A Life in Golf with Dennis Satyshur, Director of Golf at Caves Valley
When thinking about some of the great golf courses you’ve ever played, it’s likely that your mind first goes to just that—the actual course. Think back to some of your fondest memories around the sport, and while that long birdie putt you made on 18 will always jump out, it’s likely that those memories are as much about the people you were with and the feeling of the place as the shots you hit.
It’s something that has been the guiding light for Dennis Satyshur, who has been the director of golf at Caves Valley outside Baltimore for more than 30 years. And he likes to say it frequently: “People make places.”
As the club prepares to host the BMW Championship in a few days, and Dennis approaches his own retirement, we sat down with him to learn about his life lived through golf.
The Tom Fazio course at Caves Valley is as demanding and pure as anything you’re likely to encounter in the golf world. And the prowess of its design is surely a big attraction for its international cast of members. It certainly had much to do with the club being awarded with the first PGA Tournament in the Baltimore area for more than 60 years.
In speaking with Dennis, while it’s clear that he is proud of the course where he’s been working since its opening in 1991, he gets most passionate when talking about the culture he has worked so hard to establish, and the people who have helped him to uphold it.
“Leave it at the gate, all your money and all your titles, and when you come in, it’s no longer about you,” Dennis says. “It’s about us, it’s about the club. A bit old-fashioned, but people seem to like it. Finding something bigger than yourself when you were a child was easy, everything was. But as you get more and more successful, finding something bigger than yourself, it’s not that easy.”
As a young man, Dennis was a member of both the golf and football teams at Duke University. A football injury his senior year helped him decide to choose golf as his sport. After school, he followed his passion for golf down to Tour school in Florida. Although he failed to make it through, he made a lifelong friend in Tom Kite, whom he frequently cites as an invaluable influence in both his life and career.
Following a brief stint as an assistant football coach at Duke, Satyshur decided that he would still try to establish a career in golf, if a bit differently than he had first pictured. Starting at Pinehurst, Satyshur eventually found his way to Caves Valley via Columbia Country Club, Pine Tree, Bent Pine and Baltimore Country Club.
With a mix of experience at historical clubs and plucky upstarts, Caves Valley was the perfect opportunity at just the right time for Satyshur. Taking what he witnessed and appreciated at many of the country’s great clubs, with the freedom to establish the character of a brand new place from scratch, he had found his calling.
It helped that the membership has always been as focused as he has.
“There were plenty of times where the water got very choppy,” Satyshur says. But our membership—as times got tough, they got tougher, and they dug in and were committed to really doing something special, something different. Not better than anybody, but different than most places in that we were going to be a national club.”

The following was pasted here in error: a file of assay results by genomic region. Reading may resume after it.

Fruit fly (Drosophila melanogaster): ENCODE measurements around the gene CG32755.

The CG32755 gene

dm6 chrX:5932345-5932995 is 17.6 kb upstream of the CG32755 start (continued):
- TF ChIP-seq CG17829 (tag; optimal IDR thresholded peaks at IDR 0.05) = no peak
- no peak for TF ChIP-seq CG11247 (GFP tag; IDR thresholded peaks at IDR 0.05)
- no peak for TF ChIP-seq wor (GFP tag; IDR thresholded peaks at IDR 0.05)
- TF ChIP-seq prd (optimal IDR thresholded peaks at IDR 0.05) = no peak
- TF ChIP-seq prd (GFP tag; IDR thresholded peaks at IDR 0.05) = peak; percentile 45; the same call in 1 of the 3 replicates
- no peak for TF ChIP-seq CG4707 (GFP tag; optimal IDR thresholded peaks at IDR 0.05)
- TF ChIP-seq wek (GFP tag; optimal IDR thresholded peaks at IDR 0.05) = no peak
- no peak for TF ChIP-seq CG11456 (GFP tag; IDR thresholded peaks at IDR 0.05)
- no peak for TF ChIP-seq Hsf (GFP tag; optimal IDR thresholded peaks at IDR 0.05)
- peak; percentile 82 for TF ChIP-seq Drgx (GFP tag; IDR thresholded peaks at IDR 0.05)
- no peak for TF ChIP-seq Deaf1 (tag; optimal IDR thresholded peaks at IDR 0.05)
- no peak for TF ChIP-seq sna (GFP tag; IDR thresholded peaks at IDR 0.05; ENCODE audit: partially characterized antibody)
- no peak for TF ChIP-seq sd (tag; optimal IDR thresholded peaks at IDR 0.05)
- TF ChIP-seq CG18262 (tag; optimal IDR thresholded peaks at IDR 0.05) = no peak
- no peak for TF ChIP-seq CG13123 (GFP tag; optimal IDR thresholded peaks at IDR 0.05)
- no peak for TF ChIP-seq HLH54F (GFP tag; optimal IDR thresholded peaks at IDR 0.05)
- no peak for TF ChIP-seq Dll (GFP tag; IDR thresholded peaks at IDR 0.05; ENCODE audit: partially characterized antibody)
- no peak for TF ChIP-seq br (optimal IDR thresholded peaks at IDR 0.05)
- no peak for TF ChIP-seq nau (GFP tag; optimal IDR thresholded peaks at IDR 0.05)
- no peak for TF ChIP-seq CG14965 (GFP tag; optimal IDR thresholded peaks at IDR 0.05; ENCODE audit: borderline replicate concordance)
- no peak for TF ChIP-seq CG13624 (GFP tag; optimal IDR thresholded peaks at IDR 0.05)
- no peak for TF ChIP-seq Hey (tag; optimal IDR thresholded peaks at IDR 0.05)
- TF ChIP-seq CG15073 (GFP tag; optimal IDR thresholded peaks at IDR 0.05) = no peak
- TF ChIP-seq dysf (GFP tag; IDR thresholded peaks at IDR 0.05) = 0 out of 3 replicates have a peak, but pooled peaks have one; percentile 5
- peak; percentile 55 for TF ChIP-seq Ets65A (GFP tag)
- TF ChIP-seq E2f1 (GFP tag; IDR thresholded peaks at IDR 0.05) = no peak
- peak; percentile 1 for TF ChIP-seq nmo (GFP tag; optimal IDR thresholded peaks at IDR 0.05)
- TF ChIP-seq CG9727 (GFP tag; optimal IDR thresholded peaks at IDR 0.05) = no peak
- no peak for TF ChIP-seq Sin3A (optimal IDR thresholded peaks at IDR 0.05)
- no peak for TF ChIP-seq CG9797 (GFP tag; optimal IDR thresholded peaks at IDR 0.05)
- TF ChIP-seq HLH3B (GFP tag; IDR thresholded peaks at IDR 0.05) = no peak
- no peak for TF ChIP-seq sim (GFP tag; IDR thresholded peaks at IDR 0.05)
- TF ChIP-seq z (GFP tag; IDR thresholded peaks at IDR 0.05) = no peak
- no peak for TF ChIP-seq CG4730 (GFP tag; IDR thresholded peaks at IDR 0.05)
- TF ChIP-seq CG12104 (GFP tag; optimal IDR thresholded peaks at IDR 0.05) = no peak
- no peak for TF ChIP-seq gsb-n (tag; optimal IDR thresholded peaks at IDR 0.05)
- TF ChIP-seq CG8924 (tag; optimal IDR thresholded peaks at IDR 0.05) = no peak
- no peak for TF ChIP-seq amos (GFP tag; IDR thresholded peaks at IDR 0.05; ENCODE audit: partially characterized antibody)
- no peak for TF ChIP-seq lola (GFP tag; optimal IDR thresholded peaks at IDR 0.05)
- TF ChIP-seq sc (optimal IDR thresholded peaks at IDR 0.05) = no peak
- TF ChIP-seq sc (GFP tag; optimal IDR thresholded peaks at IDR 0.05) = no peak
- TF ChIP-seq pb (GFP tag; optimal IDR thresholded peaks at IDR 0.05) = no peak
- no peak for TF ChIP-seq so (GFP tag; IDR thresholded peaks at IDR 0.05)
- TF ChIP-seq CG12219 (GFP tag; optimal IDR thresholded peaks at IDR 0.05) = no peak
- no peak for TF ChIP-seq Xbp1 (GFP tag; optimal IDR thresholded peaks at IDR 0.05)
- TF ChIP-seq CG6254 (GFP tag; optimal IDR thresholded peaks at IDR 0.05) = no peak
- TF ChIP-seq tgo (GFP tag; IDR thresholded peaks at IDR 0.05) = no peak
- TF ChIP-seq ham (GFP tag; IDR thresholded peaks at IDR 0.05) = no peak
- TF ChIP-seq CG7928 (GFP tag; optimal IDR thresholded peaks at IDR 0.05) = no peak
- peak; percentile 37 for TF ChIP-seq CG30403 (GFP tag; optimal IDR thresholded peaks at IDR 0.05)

His own career has delivered plenty of different experiences rare for anyone in his profession, including being appointed as vice-captain of the 1997 Ryder Cup team by his friend Tom.
“Getting that phone call from Tom Kite asking me to be his assistant captain was just indescribable,” Satyshur says.
Although the Americans fell just short on the final day, Satyshur cherishes the memories of being a part of that team. A dinner with sitting President Bill Clinton and a rousing Saturday night speech by former President George H.W. Bush that nearly spurred them to a comeback victory are particularly fond to him.
Because of the stature of the club, and its proximity to the capitol, encounters with Presidents and dignitaries have been somewhat regular, but one visit especially stands out to him.
“We had a 90-year-old World War Two veteran, Forest, who worked part-time in the locker room,” Satushur says. “President Obama was visiting and I was able to get the two of them together. The President gave Forest his presidential coin and thanked him for all that he and his generation had done.
“He stepped back, and it was time for Forest to say something if he could, and he couldn’t. I just asked him if he could salute our Commander in Chief. So, having a veteran saluting the President, and I’m standing right there as the quarterback that somehow had a little bit to do with making that happen—special, special moment for sure.”
As he approaches his retirement day, there’s an obvious focus on his legacy. It’s an enviable one. The first part—cementing Caves Valley as a respected national club from the ground up, and helping attract the Tour back to the Baltimore area—is impressive in and of itself.
The second part, fittingly, comes back to his people. As he’s showing us around his office, despite all the commemorative photos, with presidents, Tour professionals and other noteworthy personalities, his focus goes straight for a drawing titled “The Graduates.” It was a gift for Dennis from 30 men who worked under his tutelage that have gone on to be head pros or heads of instruction themselves. He lights up like a proud father as he’s describing it.
After the season finishes up, Dennis will pass the reins to Matt Fuller, who has been working alongside him for 15 years. He’s sure that the club is in safe hands.
And the 70 best players in the world will soon experience that signature Caves Valley hospitality as they compete in the penultimate event in the FedExCup playoffs. They’ll be treated just the way that Dennis and his team treat their members, and the members treat his team in turn—with dignity and respect.